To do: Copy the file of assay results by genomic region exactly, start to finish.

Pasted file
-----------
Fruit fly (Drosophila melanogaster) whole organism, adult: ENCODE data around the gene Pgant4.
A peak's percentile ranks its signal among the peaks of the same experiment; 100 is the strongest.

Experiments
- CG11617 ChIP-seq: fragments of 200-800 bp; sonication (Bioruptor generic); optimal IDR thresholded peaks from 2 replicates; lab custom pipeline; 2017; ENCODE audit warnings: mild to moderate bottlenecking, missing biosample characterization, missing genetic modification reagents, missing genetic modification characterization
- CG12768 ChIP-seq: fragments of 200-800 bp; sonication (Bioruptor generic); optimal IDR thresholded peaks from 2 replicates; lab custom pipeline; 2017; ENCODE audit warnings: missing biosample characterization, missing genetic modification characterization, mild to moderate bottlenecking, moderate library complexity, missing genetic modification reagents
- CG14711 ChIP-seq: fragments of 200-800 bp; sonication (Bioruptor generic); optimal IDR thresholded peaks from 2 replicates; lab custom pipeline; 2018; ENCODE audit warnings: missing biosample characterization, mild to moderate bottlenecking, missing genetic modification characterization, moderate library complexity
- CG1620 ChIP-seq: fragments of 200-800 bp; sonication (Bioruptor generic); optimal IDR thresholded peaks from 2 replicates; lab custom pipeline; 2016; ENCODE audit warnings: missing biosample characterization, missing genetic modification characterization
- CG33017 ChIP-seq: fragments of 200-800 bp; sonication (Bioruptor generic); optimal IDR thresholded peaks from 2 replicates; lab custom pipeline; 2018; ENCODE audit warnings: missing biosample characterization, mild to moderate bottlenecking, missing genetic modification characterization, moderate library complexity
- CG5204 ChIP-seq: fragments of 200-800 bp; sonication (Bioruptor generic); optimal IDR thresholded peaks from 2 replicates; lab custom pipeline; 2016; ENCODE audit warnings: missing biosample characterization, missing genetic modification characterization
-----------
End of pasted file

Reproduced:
Fruit fly (Drosophila melanogaster) whole organism, adult: ENCODE data around the gene Pgant4.
A peak's percentile ranks its signal among the peaks of the same experiment; 100 is the strongest.

Experiments
- CG11617 ChIP-seq: fragments of 200-800 bp; sonication (Bioruptor generic); optimal IDR thresholded peaks from 2 replicates; lab custom pipeline; 2017; ENCODE audit warnings: mild to moderate bottlenecking, missing biosample characterization, missing genetic modification reagents, missing genetic modification characterization
- CG12768 ChIP-seq: fragments of 200-800 bp; sonication (Bioruptor generic); optimal IDR thresholded peaks from 2 replicates; lab custom pipeline; 2017; ENCODE audit warnings: missing biosample characterization, missing genetic modification characterization, mild to moderate bottlenecking, moderate library complexity, missing genetic modification reagents
- CG14711 ChIP-seq: fragments of 200-800 bp; sonication (Bioruptor generic); optimal IDR thresholded peaks from 2 replicates; lab custom pipeline; 2018; ENCODE audit warnings: missing biosample characterization, mild to moderate bottlenecking, missing genetic modification characterization, moderate library complexity
- CG1620 ChIP-seq: fragments of 200-800 bp; sonication (Bioruptor generic); optimal IDR thresholded peaks from 2 replicates; lab custom pipeline; 2016; ENCODE audit warnings: missing biosample characterization, missing genetic modification characterization
- CG33017 ChIP-seq: fragments of 200-800 bp; sonication (Bioruptor generic); optimal IDR thresholded peaks from 2 replicates; lab custom pipeline; 2018; ENCODE audit warnings: missing biosample characterization, mild to moderate bottlenecking, missing genetic modification characterization, moderate library complexity
- CG5204 ChIP-seq: fragments of 200-800 bp; sonication (Bioruptor generic); optimal IDR thresholded peaks from 2 replicates; lab custom pipeline; 2016; ENCODE audit warnings: missing biosample characterization, missing genetic modification characterization